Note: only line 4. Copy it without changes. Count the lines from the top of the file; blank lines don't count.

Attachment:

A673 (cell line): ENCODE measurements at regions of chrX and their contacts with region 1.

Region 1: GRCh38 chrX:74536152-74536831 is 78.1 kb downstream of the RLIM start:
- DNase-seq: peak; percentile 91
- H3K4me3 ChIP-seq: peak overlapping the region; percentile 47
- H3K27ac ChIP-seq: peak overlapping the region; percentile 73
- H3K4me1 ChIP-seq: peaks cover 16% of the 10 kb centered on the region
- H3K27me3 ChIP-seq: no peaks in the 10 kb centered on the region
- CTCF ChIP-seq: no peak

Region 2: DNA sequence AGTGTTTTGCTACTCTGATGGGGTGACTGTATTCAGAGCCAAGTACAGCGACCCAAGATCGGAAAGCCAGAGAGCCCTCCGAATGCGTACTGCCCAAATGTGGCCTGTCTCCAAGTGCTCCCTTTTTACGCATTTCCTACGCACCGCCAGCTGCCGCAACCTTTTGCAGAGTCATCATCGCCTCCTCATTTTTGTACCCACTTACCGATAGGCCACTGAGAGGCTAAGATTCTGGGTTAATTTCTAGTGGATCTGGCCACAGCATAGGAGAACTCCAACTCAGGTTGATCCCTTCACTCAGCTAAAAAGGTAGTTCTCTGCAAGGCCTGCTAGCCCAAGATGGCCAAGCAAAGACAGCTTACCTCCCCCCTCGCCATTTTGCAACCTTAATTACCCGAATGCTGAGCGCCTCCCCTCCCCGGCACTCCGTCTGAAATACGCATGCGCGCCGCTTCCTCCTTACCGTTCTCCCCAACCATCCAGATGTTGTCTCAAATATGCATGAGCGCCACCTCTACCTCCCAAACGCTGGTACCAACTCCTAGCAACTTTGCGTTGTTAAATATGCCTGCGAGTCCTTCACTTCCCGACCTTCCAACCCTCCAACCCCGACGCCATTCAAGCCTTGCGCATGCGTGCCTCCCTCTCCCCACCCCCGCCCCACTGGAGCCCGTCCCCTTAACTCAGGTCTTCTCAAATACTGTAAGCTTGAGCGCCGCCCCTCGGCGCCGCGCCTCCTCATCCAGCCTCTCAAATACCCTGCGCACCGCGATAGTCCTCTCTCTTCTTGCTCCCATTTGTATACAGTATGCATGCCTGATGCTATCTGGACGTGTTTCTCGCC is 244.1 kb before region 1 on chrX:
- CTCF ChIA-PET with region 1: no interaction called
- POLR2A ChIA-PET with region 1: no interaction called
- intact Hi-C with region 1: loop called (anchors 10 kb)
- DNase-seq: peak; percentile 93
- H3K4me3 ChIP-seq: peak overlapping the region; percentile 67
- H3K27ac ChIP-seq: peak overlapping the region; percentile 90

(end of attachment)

- H3K4me3 ChIP-seq: peak overlapping the region; percentile 47